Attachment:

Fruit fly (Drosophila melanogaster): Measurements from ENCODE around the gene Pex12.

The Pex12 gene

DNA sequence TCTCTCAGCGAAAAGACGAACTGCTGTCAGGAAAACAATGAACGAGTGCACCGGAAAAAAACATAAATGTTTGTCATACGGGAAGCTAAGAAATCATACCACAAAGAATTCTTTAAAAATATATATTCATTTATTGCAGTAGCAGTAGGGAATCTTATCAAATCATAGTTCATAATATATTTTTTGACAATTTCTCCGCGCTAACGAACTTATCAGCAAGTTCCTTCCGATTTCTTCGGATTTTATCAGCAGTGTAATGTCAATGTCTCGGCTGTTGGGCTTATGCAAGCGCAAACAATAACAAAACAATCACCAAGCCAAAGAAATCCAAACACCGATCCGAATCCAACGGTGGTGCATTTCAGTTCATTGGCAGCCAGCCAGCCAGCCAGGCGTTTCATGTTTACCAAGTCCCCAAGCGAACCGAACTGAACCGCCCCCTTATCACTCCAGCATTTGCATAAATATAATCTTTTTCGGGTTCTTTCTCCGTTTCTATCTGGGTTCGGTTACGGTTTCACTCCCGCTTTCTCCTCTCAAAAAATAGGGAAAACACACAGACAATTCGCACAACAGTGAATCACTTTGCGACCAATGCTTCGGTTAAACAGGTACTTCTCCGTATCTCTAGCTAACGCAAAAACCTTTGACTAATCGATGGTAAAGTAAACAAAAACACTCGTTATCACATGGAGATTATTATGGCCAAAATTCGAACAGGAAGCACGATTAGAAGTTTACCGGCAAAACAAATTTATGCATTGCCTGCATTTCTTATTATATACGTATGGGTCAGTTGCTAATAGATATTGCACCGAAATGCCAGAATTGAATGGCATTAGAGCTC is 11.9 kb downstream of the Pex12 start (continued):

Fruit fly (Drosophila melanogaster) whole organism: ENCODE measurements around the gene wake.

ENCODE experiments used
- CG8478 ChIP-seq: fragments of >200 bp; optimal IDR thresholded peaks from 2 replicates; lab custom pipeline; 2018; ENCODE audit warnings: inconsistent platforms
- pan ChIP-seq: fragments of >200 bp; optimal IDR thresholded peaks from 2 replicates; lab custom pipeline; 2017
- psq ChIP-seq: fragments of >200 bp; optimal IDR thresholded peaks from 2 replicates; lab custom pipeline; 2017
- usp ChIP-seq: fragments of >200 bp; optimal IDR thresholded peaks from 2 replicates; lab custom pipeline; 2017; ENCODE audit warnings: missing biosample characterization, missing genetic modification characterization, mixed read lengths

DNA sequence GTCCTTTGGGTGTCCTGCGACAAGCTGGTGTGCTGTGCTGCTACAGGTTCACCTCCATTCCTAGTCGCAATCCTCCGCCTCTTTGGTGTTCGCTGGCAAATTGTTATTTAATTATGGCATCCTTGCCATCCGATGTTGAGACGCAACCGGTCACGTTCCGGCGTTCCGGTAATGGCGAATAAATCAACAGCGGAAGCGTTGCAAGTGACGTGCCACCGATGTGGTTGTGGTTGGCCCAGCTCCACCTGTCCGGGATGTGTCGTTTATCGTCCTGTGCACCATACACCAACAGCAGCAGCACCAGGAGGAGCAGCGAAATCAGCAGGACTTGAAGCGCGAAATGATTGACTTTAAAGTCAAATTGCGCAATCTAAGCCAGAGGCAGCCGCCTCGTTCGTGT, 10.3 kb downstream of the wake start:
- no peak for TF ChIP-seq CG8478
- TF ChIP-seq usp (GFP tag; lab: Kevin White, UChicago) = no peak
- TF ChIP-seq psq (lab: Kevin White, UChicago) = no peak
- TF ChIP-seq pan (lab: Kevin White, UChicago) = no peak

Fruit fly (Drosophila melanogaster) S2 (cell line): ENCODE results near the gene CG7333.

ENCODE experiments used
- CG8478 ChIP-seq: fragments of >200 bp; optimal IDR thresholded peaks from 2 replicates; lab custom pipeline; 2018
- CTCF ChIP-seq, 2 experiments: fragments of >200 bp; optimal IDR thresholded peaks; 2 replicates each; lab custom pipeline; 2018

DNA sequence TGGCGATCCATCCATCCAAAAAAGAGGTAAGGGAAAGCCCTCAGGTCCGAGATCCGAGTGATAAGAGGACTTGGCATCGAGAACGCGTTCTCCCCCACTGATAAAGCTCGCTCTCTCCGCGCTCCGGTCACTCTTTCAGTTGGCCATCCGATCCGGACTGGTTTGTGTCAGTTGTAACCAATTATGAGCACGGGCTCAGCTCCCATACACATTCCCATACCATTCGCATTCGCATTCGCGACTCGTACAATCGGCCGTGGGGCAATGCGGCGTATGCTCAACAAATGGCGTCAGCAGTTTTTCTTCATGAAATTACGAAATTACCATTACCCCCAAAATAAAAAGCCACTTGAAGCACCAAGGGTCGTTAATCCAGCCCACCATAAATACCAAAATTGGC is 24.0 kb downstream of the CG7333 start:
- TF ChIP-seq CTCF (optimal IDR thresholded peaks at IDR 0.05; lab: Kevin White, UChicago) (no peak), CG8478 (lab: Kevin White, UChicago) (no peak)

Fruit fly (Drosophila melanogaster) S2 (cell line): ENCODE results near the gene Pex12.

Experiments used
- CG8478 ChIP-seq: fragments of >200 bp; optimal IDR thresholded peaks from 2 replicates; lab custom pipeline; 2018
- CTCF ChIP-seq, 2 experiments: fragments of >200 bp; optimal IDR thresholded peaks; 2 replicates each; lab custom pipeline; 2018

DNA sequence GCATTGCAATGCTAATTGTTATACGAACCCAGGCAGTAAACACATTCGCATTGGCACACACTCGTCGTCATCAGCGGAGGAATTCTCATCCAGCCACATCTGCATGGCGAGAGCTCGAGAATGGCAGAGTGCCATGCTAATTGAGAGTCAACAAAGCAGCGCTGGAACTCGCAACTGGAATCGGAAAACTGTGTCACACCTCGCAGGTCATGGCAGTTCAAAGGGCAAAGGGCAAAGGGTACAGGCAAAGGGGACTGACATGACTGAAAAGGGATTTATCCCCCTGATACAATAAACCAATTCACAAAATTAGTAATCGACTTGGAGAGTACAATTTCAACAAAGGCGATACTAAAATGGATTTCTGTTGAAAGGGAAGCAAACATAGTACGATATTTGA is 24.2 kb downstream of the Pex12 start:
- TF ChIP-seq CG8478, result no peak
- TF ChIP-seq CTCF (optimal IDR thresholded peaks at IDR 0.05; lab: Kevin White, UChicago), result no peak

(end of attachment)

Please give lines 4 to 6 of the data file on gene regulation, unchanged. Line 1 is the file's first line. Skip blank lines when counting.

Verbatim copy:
Fruit fly (Drosophila melanogaster) whole organism: ENCODE measurements around the gene wake.

ENCODE experiments used
- CG8478 ChIP-seq: fragments of >200 bp; optimal IDR thresholded peaks from 2 replicates; lab custom pipeline; 2018; ENCODE audit warnings: inconsistent platforms